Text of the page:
Internships for Emerging Entrepreneurs: A Gen Y Success Story

by / ⠀Startup Advice / March 29, 2011

gen y

With 50% of their ranks either unemployed, under-employed or having already abandoned the workforce – Gen Y clearly understands the importance of entrepreneurship. More specifically, they understand that a lifetime working for someone else just to pay the bills was their father’s generation’s goal… not theirs.

According to a new study by Buzz Marketing Group and the Young Entrepreneur Council, and reported by Donna Fenn, Gen Y isn’t just talking about entrepreneurism… they’re already building a plan for self-sufficiency. And in many cases, they have a head start:

  • 1 in 5 survey participants planned to quit their 9-to-5 job during 2011 – and start their own business
  • 33% of the 1,600+ surveyed had already begun a side business

The Buzz Marketing study also showed 89% of Gen Y believes entrepreneurship education is important given the recent economy and job market – but only 29% were offered entrepreneurship courses in school.

“Entrepreneurship wasn’t in my career plan when I started college, but became a necessity as the economy tanked,” says Chanelle Schneider, now a social media consultant and founder of Twitter’s #GenYChat. “Entrepreneurship taught me to be self-sufficient, which is now an essential skill.”

With such a chasm between the need for entrepreneurial knowledge and the lack of courses in entrepreneurism, many Millennials engage in experiential education – internships – to gain real world experience.

Mark Babbitt, Founder of YouTern – an online community that connects emerging talent with start-ups and entrepreneur driven SMEs – sees an impressive trend toward entrepreneurial internships: “Mentor-based, entrepreneurial internships are the new black. From December 2010 to February 2011, candidate registrations and submitted internship applications on YouTern increased over 200%.”

Babbitt adds: “Gen Y seems predisposed to working in dynamic start-up environment where they contribute immediately, versus the traditional ‘Go-fer’ internships common at larger corporations. A start-up internship not only provides real world knowledge and experience, the intern typically works very closely with C-level executives – significantly reducing learning curves when they start their own companies.”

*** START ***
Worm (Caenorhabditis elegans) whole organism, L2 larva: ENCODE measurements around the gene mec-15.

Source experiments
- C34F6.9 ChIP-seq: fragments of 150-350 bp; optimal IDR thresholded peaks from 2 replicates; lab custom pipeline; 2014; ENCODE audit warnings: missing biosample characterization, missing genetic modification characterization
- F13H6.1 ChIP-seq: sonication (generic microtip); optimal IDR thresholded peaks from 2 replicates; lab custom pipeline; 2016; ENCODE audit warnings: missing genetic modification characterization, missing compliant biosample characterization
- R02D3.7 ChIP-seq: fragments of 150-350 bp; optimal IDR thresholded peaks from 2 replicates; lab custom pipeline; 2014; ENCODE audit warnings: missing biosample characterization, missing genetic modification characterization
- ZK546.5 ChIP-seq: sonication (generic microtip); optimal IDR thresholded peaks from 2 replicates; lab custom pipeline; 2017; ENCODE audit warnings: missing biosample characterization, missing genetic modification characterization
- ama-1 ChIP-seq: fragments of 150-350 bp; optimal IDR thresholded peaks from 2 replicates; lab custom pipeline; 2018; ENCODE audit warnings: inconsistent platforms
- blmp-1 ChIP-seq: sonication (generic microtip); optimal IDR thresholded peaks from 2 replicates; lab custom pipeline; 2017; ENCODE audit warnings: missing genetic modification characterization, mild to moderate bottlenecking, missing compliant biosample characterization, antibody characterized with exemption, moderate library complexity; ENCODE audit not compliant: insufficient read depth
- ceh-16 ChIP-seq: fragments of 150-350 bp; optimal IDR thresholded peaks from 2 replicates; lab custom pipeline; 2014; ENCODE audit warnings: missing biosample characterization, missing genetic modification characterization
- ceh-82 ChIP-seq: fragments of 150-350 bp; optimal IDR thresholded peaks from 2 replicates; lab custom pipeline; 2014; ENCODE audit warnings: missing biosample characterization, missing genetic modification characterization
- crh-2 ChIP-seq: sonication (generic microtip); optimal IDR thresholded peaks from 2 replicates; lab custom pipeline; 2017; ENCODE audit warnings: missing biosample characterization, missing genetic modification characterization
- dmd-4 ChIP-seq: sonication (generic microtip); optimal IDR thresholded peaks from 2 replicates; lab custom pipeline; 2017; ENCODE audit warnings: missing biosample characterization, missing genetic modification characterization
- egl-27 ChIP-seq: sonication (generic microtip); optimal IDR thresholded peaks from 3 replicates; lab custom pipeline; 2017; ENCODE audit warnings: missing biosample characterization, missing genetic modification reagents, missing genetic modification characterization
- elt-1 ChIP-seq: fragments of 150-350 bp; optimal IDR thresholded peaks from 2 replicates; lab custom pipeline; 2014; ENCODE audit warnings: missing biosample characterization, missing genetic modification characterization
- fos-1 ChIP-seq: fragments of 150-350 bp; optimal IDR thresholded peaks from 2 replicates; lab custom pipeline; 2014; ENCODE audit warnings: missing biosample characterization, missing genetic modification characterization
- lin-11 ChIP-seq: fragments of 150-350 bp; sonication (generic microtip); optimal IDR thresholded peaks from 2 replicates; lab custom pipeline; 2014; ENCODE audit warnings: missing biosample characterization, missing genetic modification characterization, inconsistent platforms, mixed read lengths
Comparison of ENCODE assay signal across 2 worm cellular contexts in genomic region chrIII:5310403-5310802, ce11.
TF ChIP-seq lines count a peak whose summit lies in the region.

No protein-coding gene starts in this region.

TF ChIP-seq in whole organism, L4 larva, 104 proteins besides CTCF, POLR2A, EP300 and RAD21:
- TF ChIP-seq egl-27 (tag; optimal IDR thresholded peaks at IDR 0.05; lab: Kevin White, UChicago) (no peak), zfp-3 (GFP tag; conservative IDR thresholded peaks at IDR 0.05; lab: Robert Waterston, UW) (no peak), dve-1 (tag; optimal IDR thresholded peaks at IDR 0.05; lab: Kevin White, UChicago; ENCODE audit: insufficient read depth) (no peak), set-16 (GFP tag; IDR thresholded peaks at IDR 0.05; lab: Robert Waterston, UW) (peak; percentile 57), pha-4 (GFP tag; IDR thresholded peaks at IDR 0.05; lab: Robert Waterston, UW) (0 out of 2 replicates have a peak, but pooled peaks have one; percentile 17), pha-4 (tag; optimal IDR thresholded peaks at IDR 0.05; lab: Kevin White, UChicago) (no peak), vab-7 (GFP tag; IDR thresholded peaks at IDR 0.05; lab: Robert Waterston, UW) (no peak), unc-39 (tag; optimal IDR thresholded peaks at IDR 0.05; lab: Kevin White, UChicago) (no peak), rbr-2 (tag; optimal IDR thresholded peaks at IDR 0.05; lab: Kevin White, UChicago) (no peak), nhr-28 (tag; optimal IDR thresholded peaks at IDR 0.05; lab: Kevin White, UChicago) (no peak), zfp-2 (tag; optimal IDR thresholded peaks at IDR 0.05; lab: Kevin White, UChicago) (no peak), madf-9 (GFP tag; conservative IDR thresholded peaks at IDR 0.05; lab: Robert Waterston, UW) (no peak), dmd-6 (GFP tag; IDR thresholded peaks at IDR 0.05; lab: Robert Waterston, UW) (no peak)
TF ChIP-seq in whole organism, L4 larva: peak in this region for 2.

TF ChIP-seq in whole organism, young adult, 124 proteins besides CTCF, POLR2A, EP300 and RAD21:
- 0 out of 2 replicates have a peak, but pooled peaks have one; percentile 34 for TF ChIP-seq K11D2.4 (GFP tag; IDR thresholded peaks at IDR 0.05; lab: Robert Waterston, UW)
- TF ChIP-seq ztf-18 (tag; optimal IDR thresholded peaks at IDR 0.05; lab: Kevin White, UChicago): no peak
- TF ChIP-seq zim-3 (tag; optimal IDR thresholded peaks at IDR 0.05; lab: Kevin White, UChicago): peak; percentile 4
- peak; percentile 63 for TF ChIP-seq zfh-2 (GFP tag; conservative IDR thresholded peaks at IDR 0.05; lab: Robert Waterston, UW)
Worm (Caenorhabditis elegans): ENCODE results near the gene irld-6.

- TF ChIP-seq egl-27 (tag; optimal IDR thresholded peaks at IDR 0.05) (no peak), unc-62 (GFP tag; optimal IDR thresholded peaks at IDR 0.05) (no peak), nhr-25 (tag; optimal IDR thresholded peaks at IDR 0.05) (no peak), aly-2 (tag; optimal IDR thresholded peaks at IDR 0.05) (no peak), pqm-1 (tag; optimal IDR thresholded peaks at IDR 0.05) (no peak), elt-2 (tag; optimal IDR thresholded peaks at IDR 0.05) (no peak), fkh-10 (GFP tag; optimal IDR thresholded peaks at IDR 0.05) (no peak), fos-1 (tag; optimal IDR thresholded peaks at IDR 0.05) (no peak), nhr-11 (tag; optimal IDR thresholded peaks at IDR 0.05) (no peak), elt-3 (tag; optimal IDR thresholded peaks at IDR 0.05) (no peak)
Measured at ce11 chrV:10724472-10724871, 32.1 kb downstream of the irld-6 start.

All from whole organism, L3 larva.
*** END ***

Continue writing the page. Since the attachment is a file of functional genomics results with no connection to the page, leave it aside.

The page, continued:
Of course, experience is not a pre-requisite to founding a start-up; it’s certainly possible to jump in head first, Zuckerberg-style. However, many budding business leaders credit their entrepreneurial internship with having a dramatic impact – good and bad – on their own dreams and ambitions. According to Babbitt: “We had an intern who wanted to be the next Steve Jobs, a rockstar. After one week in the intense, passion-driven work environment of a bootstrapped start-up, he decided he was better suited to what he called a ‘normal’ job.”

Another distinct advantage of interning at an entrepreneur-driven company is the inherent networking – through social media and face-to-face. Through her mentors, a young engineer, for example, will meet highly influential people within her industry – greatly expanding her sphere of influence. A few months or years later, as a young executive in her own company, that former intern already has champions; supporters who remember her for her passion, work ethic and character.

Entrepreneurial internships are becoming increasingly popular, in part because they combine two elements important to young professionals: entrepreneurism and social responsibility. “Mentoring a young entrepreneur is a great way to give something back,” says Todd Herschberg of Quantimark. “A good mentor doesn’t simply spend a few weeks guiding an intern… or, worse yet, a few weeks sending them for coffee.  We make it clear to the interns that we remain available as a resource for the rest of their careers. And we ask that they pay it forward once they get their start-up off the ground.”

Gen Y continues to graduate into our worst economy in three decades. This generation, however, is not sitting around waiting for something good to happen. Perhaps unwittingly, and most certainly out of necessity, many have developed their own “business plan”…

Through entrepreneurial internships, online and offline networking – and by accepting the challenge to give back to the next generation – Gen Y has created a repeatable, scalable success mechanism.

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